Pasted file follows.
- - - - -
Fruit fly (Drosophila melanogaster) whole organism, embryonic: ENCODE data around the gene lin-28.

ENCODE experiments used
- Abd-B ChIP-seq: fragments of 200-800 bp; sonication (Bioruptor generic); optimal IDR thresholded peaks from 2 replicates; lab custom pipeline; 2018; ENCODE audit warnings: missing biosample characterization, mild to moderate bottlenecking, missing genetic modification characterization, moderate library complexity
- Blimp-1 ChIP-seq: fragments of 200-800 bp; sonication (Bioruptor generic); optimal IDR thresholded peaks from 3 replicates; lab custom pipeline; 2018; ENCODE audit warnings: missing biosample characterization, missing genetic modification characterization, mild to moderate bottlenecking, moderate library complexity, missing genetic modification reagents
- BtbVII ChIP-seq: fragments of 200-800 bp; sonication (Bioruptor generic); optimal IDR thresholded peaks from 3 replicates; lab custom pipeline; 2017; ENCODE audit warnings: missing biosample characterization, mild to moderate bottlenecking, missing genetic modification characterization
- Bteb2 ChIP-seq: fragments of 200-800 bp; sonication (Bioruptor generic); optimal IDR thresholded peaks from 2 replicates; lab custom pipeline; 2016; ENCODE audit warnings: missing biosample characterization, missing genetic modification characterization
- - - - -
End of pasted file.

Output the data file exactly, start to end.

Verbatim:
Fruit fly (Drosophila melanogaster) whole organism, embryonic: ENCODE data around the gene lin-28.

ENCODE experiments used
- Abd-B ChIP-seq: fragments of 200-800 bp; sonication (Bioruptor generic); optimal IDR thresholded peaks from 2 replicates; lab custom pipeline; 2018; ENCODE audit warnings: missing biosample characterization, mild to moderate bottlenecking, missing genetic modification characterization, moderate library complexity
- Blimp-1 ChIP-seq: fragments of 200-800 bp; sonication (Bioruptor generic); optimal IDR thresholded peaks from 3 replicates; lab custom pipeline; 2018; ENCODE audit warnings: missing biosample characterization, missing genetic modification characterization, mild to moderate bottlenecking, moderate library complexity, missing genetic modification reagents
- BtbVII ChIP-seq: fragments of 200-800 bp; sonication (Bioruptor generic); optimal IDR thresholded peaks from 3 replicates; lab custom pipeline; 2017; ENCODE audit warnings: missing biosample characterization, mild to moderate bottlenecking, missing genetic modification characterization
- Bteb2 ChIP-seq: fragments of 200-800 bp; sonication (Bioruptor generic); optimal IDR thresholded peaks from 2 replicates; lab custom pipeline; 2016; ENCODE audit warnings: missing biosample characterization, missing genetic modification characterization